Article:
ALISON: Yes, it is, and I did contribute it to it most recently. I think the debate reduced for a while when the FMS people managed to shut us down, but it has re-awakened. It’s all still there. Essentially, it is the survivor who needs to figure out what is real and not real in their memories. It is not my job. It was my job to listen to the client, to be compassionate, and to help them open up and talk about what’s important for them to talk about. And that is all. I think as long as I remember the limits to my job, then that’s okay. It was not my job to sit there and say ‘this is all true’ and then suggest more. But (equally) it was not my job to sit back and say, ‘I neither believe you or disbelieve you… and I think your attachment to your father is more important than what you are saying your father did.’ Or some such thing…. 

KATE: Yes, indeed. One of the other things I did want to talk to about is your books. I think pretty much all of us working in organized abuse have them on our bookshelves. There are so few books written in the field and you have been a pioneer, writing to my knowledge, some of the very few books in the field.

ALISON: I think they are still the only books devoted to this issue in such detail. And I published Healing the Unimaginable in 2012. There are a few good articles and the British put out some great compilations, but I think my books are still the only books that talk about what it is in the mind of the victim, how the abuse works, how the abusers set up the personality systems…. 

ALISON: I think it’s really important that therapists understand that this is organized crime. It is psychologically sophisticated organized crime. There is a set up that as soon as the survivor begins to disclose, there will be parts inside that go and tell the group that they have made disclosures. Perpetrator groups will be prepared to shut people down and we have to learn how to handle that. We need to understand the clinical issues, as well as how these groups work… back in the 1930’s people had to learn how the mafia worked before they could deal with it. The same with this situation….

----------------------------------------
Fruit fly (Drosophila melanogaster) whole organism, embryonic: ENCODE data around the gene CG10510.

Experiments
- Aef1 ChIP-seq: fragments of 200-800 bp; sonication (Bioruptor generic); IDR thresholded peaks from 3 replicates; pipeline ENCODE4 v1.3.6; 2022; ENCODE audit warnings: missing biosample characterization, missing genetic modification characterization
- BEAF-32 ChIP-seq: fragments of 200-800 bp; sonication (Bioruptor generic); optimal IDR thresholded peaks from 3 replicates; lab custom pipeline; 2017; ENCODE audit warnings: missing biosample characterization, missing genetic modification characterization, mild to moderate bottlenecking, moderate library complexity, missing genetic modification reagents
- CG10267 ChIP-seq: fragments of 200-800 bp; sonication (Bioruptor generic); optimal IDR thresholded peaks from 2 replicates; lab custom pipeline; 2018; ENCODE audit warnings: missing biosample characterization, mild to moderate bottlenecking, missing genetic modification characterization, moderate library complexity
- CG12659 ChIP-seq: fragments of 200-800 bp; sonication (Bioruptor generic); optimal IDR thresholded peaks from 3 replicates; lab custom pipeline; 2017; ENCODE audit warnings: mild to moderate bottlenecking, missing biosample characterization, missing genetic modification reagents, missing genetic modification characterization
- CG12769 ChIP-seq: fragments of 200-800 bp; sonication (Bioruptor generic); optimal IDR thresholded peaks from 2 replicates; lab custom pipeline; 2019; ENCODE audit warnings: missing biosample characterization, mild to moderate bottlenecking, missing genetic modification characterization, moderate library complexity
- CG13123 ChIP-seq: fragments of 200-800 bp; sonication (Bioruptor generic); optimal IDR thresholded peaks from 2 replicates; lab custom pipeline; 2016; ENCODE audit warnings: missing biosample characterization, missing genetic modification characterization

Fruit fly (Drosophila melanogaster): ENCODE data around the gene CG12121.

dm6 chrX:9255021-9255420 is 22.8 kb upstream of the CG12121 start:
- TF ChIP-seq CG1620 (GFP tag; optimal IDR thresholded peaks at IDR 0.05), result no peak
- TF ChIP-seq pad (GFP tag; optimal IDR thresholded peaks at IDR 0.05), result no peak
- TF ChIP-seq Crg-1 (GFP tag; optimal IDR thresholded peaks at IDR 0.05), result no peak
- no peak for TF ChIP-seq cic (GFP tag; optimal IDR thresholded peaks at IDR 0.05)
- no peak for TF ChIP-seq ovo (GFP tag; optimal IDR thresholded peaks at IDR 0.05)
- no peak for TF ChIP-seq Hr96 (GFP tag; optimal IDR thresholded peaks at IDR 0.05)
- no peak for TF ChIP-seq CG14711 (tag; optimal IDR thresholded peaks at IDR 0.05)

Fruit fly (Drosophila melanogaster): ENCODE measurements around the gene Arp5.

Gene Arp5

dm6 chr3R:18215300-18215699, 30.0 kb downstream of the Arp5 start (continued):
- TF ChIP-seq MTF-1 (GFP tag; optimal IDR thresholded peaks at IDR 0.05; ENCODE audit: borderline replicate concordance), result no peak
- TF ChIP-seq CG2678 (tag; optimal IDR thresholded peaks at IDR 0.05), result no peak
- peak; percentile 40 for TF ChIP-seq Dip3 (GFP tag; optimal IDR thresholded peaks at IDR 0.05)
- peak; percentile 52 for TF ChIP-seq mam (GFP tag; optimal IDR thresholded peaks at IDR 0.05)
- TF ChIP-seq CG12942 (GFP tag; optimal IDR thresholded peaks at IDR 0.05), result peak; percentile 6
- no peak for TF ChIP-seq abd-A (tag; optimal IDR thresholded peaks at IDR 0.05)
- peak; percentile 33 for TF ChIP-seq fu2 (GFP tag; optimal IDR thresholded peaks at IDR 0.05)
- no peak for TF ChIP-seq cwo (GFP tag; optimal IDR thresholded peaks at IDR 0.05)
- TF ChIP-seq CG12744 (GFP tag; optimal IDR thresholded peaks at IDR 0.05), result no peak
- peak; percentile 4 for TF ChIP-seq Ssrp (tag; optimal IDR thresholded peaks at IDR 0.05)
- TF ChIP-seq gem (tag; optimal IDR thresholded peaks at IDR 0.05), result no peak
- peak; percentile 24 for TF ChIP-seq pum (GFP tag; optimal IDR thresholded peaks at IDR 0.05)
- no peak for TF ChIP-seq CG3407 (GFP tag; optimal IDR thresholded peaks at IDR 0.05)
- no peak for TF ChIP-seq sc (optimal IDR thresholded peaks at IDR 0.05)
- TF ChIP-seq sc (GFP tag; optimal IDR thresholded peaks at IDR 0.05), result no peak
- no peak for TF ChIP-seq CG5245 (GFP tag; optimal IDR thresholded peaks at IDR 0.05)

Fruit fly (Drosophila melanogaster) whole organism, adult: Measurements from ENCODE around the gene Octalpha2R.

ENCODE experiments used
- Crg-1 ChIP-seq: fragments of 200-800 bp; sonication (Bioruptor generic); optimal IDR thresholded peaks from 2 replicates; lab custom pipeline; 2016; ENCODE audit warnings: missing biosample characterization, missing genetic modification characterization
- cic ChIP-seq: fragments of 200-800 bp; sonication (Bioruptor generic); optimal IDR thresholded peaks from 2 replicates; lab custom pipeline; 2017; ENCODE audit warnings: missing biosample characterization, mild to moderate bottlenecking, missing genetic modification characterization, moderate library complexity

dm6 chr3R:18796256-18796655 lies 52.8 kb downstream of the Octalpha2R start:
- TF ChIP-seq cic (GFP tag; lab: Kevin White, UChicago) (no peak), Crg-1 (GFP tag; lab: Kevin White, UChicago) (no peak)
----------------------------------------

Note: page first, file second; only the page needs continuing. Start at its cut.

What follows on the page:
I was thinking about what you said about needing to learn about these groups. One thing that seems helpful for our field is that we are beginning to learn more about organized abuse in general. There is research into the production of child sex abuse materials, into trafficking of children and young people across borders and between groups. We’ve had various enquiries into organizational abuse, including the Australian Royal Commission. Through this enquiry, for the first time the average Australian person realised that that big organized and semi organized groups can abuse children for many decades, cover it up, get away with it, pass children from perpetrator to perpetrator, and protect perpetrators. We saw that uncovered here and I am sure other countries have seen this too. I think that all these things have given validity to our field. 

ALISON: Yes, very much so. And the fact that these groups actually put stuff on the internet and then get caught, you can see it is happening, and now, on some occasions, police have actually rescued children. KATE: And those who think that children must have been making it up, that these atrocities could not happen, because humans could not do that to each other, must now face the fact that police officers are literally looking at online material and studying it as evidence. The police know these things did happen to children as they see photos and videos of it. 

ALISON: I think the production of materials is an important issue. Pretty much all my clients have been involved with that. There was a studio in Toronto (3000 miles away) which three of my clients had been involved with, one of them as a photographer … and this was a long time before all these things came out in the media, in the public. It is a horrible thing, but it is good that it is being discovered and the world is becoming aware that it does exist….